SILVER SPRING, Md., Feb. 27, 2019 /PRNewswire/ -- Chairman Bishop, Ranking Member Fortenberry, and members of the subcommittee. I want to thank you today on behalf of the FDA for your continued support of our public health mission. We're witness to a period of historic scientific advance. The opportunities we have, across our entire portfolio, to advance health and wellbeing, far exceed any comparable period of rapid technological change. Simply put, we're in a period of unparalleled medical progress.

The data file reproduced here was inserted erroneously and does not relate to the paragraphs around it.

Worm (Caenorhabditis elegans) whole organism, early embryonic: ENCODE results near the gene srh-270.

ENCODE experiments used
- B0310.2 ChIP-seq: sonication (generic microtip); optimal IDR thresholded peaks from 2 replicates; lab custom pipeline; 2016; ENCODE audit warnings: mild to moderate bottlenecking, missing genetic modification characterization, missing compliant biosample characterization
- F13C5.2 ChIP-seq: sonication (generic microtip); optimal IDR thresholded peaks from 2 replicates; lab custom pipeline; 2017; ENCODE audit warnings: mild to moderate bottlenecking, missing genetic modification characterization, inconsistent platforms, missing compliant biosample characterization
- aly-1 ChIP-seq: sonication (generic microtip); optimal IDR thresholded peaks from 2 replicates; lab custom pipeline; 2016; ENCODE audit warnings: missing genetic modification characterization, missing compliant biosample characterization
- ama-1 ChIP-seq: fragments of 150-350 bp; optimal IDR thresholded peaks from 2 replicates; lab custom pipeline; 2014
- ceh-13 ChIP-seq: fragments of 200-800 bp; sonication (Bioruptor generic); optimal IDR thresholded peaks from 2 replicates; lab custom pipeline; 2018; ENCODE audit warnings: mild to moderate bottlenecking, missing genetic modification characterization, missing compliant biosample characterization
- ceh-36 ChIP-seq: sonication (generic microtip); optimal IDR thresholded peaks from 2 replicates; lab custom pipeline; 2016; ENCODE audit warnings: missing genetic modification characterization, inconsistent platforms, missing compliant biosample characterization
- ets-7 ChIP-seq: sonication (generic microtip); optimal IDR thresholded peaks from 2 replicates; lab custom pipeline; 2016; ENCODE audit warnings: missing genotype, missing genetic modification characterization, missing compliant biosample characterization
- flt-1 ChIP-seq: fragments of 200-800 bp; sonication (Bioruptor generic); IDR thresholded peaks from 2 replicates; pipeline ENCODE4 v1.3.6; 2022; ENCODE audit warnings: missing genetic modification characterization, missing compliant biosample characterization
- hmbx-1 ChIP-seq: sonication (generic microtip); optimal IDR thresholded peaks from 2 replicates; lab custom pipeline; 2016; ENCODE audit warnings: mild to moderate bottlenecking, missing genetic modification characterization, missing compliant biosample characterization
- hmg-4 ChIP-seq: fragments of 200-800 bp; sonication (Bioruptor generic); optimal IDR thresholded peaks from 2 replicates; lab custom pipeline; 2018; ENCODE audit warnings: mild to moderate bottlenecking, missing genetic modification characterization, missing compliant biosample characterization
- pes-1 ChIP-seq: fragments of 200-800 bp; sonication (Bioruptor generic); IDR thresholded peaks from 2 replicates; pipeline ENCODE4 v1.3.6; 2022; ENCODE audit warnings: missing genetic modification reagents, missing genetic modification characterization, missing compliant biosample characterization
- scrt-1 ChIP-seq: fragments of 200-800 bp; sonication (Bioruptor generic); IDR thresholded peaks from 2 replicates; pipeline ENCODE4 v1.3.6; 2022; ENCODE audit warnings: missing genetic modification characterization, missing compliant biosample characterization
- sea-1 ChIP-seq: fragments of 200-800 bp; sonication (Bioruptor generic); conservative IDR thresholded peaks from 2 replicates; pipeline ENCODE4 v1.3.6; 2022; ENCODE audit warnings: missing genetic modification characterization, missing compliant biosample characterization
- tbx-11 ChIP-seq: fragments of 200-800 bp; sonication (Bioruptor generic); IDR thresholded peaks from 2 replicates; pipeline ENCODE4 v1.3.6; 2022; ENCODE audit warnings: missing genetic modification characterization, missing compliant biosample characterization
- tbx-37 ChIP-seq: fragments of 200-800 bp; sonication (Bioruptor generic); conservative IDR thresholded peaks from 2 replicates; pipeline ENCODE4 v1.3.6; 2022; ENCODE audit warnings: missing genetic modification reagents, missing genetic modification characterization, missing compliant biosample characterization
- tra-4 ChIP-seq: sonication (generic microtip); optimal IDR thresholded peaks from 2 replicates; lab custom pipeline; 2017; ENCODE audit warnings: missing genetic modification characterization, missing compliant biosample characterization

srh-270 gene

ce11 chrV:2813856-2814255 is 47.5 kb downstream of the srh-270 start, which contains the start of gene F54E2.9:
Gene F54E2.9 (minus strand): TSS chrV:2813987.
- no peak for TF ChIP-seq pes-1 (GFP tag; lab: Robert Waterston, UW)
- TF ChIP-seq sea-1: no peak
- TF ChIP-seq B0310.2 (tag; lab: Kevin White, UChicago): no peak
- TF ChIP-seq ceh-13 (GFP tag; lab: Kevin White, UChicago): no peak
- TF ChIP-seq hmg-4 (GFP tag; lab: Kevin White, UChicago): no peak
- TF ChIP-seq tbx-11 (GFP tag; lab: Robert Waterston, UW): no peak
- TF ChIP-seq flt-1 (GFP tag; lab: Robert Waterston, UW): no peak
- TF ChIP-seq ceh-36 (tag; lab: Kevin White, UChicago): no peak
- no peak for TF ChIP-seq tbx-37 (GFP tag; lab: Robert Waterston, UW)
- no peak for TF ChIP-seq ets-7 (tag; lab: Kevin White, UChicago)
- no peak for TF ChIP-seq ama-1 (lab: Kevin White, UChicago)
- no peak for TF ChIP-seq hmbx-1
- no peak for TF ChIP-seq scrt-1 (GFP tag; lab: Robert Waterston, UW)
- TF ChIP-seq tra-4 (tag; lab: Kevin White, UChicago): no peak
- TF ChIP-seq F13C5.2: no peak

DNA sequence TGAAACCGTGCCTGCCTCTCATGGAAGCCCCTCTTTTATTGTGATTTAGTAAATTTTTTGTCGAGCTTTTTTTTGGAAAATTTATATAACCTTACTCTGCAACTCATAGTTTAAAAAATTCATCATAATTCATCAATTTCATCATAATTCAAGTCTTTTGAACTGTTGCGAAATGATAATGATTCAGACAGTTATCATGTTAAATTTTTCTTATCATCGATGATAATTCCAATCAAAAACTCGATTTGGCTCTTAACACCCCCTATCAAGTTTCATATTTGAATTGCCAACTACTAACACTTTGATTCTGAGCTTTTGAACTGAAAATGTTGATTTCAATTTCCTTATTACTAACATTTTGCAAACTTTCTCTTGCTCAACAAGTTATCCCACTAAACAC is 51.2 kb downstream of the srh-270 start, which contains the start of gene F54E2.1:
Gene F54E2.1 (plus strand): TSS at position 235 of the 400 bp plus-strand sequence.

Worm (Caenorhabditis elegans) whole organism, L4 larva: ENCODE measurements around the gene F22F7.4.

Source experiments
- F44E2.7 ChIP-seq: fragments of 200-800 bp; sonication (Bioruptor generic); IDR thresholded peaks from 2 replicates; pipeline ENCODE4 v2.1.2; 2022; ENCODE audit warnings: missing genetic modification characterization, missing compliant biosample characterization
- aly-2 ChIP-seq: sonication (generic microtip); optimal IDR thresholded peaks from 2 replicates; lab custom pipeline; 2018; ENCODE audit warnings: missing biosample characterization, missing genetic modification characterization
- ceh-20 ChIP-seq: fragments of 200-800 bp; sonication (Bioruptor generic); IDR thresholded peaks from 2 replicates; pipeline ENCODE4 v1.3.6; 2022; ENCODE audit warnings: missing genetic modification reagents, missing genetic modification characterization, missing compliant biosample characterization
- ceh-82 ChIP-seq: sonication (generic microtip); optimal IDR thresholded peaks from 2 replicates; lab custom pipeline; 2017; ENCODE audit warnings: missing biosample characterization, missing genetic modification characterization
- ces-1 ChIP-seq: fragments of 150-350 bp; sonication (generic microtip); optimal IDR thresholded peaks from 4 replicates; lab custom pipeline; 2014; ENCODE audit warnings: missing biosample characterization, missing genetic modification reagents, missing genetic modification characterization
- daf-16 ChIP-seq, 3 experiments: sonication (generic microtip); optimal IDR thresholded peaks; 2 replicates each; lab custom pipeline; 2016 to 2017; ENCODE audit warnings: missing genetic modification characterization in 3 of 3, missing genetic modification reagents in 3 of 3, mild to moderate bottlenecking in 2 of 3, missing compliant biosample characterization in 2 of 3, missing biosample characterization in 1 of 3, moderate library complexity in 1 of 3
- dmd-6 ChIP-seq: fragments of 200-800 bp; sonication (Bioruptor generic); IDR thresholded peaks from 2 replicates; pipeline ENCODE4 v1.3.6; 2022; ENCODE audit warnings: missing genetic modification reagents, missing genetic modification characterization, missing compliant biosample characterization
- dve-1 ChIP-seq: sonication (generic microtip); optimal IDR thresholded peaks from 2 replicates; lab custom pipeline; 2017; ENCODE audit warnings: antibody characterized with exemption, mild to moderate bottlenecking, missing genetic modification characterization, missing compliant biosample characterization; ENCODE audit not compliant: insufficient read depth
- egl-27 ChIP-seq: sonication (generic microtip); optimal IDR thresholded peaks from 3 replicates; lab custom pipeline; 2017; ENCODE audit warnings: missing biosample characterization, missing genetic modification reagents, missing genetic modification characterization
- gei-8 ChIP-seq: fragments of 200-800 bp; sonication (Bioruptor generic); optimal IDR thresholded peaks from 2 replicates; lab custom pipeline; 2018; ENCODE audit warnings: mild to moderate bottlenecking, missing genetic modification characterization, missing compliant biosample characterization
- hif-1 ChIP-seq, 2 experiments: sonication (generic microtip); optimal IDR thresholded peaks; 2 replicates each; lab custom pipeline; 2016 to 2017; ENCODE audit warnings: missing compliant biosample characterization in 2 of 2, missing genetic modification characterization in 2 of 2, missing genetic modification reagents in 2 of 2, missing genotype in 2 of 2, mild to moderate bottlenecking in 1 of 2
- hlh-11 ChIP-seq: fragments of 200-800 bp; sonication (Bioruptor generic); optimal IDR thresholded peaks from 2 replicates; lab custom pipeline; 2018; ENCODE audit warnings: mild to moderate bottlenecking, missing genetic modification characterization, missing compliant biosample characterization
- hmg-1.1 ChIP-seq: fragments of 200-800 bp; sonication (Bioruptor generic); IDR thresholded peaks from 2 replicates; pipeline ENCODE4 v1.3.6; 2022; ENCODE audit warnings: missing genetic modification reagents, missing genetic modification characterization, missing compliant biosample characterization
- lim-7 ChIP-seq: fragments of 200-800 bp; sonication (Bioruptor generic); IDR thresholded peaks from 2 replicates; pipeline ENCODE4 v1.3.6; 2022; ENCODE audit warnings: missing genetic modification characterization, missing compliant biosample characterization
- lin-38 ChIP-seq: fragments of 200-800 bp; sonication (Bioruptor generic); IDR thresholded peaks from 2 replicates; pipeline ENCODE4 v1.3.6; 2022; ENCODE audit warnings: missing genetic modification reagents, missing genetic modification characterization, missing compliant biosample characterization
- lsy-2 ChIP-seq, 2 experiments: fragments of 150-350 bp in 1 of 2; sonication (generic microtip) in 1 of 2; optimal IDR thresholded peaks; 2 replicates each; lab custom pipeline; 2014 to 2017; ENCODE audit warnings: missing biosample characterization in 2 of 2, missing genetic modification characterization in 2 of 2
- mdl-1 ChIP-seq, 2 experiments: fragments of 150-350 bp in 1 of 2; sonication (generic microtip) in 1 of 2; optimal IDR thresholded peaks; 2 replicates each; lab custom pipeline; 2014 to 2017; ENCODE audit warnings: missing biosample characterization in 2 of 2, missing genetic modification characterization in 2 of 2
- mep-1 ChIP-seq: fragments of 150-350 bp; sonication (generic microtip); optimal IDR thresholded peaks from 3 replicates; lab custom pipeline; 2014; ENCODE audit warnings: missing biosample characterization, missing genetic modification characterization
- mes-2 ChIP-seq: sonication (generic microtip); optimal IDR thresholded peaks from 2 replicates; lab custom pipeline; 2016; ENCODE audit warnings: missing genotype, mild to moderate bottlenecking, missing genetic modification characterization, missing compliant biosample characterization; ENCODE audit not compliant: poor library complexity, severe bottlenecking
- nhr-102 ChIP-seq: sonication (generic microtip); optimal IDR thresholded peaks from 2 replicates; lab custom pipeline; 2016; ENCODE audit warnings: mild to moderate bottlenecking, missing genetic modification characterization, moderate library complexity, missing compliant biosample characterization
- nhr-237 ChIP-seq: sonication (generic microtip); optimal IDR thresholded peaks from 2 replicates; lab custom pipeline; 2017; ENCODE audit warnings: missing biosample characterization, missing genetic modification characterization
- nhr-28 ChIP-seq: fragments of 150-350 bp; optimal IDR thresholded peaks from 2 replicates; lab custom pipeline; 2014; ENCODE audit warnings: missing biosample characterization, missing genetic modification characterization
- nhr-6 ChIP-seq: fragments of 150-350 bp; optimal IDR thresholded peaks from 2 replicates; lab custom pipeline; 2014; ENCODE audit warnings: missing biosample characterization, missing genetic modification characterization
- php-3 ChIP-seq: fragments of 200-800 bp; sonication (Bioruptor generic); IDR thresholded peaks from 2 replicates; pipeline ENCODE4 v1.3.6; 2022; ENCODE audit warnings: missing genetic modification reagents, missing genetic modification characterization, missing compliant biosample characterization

Your support is helping us seize these opportunities to improve the lives of Americans. The FDA's Fiscal Year 2019 budget includes one of the most substantial increases for the FDA in recent years. The initiatives that Congress supported will help uncover new treatment options for patients suffering from debilitating conditions, improve competition to help lower drug costs and improve patient access to medicines, and advance development of treatments for rare diseases. The new funding will also help us better secure consumer safety by improving our oversight of food products; and modernizing our approach to medical product safety and manufacturing. These are just some of the opportunities enabled by the new funding that Congress provided to the agency.